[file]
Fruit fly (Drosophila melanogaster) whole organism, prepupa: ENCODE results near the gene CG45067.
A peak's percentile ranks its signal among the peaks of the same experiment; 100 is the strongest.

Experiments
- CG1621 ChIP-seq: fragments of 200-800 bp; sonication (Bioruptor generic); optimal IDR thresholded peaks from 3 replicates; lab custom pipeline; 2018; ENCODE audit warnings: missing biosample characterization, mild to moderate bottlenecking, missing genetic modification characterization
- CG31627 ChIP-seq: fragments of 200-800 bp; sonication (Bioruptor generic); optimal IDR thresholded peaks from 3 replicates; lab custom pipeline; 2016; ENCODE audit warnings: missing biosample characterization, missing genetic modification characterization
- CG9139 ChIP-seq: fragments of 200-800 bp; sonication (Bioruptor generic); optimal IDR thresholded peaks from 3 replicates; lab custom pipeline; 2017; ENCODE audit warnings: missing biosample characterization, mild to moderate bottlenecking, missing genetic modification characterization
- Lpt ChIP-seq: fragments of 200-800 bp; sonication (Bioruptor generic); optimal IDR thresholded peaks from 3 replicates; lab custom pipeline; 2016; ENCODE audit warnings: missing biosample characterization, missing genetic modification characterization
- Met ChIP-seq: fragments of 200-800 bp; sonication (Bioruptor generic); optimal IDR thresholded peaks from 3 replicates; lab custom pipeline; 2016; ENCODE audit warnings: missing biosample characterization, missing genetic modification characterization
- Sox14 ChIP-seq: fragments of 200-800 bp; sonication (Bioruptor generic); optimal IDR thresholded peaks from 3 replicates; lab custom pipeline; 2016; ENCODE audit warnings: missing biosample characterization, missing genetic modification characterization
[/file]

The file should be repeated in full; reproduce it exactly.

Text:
Fruit fly (Drosophila melanogaster) whole organism, prepupa: ENCODE results near the gene CG45067.
A peak's percentile ranks its signal among the peaks of the same experiment; 100 is the strongest.

Experiments
- CG1621 ChIP-seq: fragments of 200-800 bp; sonication (Bioruptor generic); optimal IDR thresholded peaks from 3 replicates; lab custom pipeline; 2018; ENCODE audit warnings: missing biosample characterization, mild to moderate bottlenecking, missing genetic modification characterization
- CG31627 ChIP-seq: fragments of 200-800 bp; sonication (Bioruptor generic); optimal IDR thresholded peaks from 3 replicates; lab custom pipeline; 2016; ENCODE audit warnings: missing biosample characterization, missing genetic modification characterization
- CG9139 ChIP-seq: fragments of 200-800 bp; sonication (Bioruptor generic); optimal IDR thresholded peaks from 3 replicates; lab custom pipeline; 2017; ENCODE audit warnings: missing biosample characterization, mild to moderate bottlenecking, missing genetic modification characterization
- Lpt ChIP-seq: fragments of 200-800 bp; sonication (Bioruptor generic); optimal IDR thresholded peaks from 3 replicates; lab custom pipeline; 2016; ENCODE audit warnings: missing biosample characterization, missing genetic modification characterization
- Met ChIP-seq: fragments of 200-800 bp; sonication (Bioruptor generic); optimal IDR thresholded peaks from 3 replicates; lab custom pipeline; 2016; ENCODE audit warnings: missing biosample characterization, missing genetic modification characterization
- Sox14 ChIP-seq: fragments of 200-800 bp; sonication (Bioruptor generic); optimal IDR thresholded peaks from 3 replicates; lab custom pipeline; 2016; ENCODE audit warnings: missing biosample characterization, missing genetic modification characterization